Union Metallic Cartridge Company
|Founder||Schuyler, Hartley & Graham|
The Union Metallic Cartridge Company (UMC) was an early manufacturer of cartridge ammunition for small arms. The company was founded in 1867 during the most rapid evolution of cartridge design to date. Following merger with Remington Arms in 1912, the company manufacturing complex in Bridgeport, Connecticut became a major arms supplier during World War I. The factory was Remington headquarters until 1984 and the source of sporting and police ammunition headstamped REM-UMC until 1970.
The New York sporting goods firm of Schuyler, Hartley & Graham purchased two small New England cartridge manufacturers in 1866. Machinery from the Crittenden & Tibbals Manufacturing Company of South Coventry, Connecticut, and from C.D. Leet of Springfield, Massachusetts, was moved to Bridgeport where ammunition production began as the Union Metallic Cartridge & Cap Company until the operation was incorporated as Union Metallic Cartridge Company in September 1867.
A powder magazine on Success Hill was destroyed by explosion of 16 tons of gunpowder on 14 May 1906. No lives were lost, but damage was reported as far away as Long Island. In February 1909 UMC completed a 190-foot (58 m) shot tower which was the tallest building in Connecticut for many years. The red brick shot tower functioned by dropping molten lead from a height of 133 feet (41 m) into vats of cold water 6 feet (1.8 m) deep.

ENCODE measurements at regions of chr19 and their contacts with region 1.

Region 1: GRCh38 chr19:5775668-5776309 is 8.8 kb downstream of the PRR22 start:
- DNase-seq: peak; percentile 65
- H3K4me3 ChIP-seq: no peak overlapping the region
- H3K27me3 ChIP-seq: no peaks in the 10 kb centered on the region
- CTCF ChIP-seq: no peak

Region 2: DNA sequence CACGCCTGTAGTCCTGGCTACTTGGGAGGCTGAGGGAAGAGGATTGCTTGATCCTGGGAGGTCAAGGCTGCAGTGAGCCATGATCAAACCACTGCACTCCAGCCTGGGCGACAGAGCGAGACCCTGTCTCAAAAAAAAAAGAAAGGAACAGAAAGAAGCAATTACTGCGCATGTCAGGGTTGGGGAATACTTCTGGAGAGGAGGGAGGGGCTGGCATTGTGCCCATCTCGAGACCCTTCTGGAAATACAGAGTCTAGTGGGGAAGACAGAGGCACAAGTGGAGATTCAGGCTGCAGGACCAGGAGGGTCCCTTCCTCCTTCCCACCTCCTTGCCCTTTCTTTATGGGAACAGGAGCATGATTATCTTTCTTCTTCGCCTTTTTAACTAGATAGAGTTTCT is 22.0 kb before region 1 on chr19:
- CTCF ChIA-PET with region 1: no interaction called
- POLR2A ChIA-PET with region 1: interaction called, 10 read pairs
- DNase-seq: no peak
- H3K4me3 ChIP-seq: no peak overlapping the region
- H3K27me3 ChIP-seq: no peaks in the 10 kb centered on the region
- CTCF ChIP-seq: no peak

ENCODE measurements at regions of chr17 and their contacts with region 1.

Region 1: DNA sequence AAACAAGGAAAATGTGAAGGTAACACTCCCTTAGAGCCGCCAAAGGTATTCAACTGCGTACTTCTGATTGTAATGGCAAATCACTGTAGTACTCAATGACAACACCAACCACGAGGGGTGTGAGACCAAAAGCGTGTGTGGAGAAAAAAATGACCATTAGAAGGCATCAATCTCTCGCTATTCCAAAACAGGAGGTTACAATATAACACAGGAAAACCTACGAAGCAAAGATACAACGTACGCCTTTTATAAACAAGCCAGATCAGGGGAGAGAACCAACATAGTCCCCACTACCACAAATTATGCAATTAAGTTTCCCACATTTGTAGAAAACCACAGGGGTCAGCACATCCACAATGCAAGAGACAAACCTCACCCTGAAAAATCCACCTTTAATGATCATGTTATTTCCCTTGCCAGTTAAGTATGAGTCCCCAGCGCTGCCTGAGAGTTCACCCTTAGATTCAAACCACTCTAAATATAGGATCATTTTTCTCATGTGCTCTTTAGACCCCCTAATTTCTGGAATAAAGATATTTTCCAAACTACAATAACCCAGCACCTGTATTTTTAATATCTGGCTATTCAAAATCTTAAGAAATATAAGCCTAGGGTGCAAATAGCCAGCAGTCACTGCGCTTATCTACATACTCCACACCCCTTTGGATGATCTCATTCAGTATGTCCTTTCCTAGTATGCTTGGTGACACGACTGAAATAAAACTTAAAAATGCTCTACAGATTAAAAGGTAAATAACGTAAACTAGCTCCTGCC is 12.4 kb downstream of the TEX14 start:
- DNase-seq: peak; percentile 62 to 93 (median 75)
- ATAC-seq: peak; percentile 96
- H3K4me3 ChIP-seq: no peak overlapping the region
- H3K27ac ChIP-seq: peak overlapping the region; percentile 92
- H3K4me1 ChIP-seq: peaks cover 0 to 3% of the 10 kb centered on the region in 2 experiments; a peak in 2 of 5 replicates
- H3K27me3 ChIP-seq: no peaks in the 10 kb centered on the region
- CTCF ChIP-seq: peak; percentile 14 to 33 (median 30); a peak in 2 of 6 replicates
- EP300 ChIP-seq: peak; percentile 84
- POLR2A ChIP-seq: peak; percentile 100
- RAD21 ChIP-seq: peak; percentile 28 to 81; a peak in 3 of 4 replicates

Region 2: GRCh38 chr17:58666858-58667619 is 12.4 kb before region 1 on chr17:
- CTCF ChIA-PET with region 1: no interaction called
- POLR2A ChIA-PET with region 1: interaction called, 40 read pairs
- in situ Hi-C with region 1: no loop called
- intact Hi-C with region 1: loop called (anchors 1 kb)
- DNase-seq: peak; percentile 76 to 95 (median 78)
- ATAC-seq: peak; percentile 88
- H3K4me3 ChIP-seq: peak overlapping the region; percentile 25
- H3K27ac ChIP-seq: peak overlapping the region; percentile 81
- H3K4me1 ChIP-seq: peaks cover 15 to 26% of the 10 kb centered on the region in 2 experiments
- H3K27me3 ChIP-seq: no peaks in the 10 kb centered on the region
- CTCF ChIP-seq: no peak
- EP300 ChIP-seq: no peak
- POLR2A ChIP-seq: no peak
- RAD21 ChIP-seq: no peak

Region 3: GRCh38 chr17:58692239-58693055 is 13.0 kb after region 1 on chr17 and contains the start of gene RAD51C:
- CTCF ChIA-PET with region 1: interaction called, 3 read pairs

Merger with Remington
Schuyler, Hartley & Graham had purchased the firearms manufacturing firm of E. Remington and Sons in 1888 and formed Remington Arms as the firearms manufacturing arm of their sporting goods business. Remington merged with UMC in 1912 and Bridgeport became Remington-UMC corporate headquarters while firearms production stayed in Ilion, New York. Manufacture of ammunition continued at Bridgeport until 1970. Remington corporate headquarters moved to Delaware in 1984, and Remington had completely vacated the Bridgeport factory complex by 1988.
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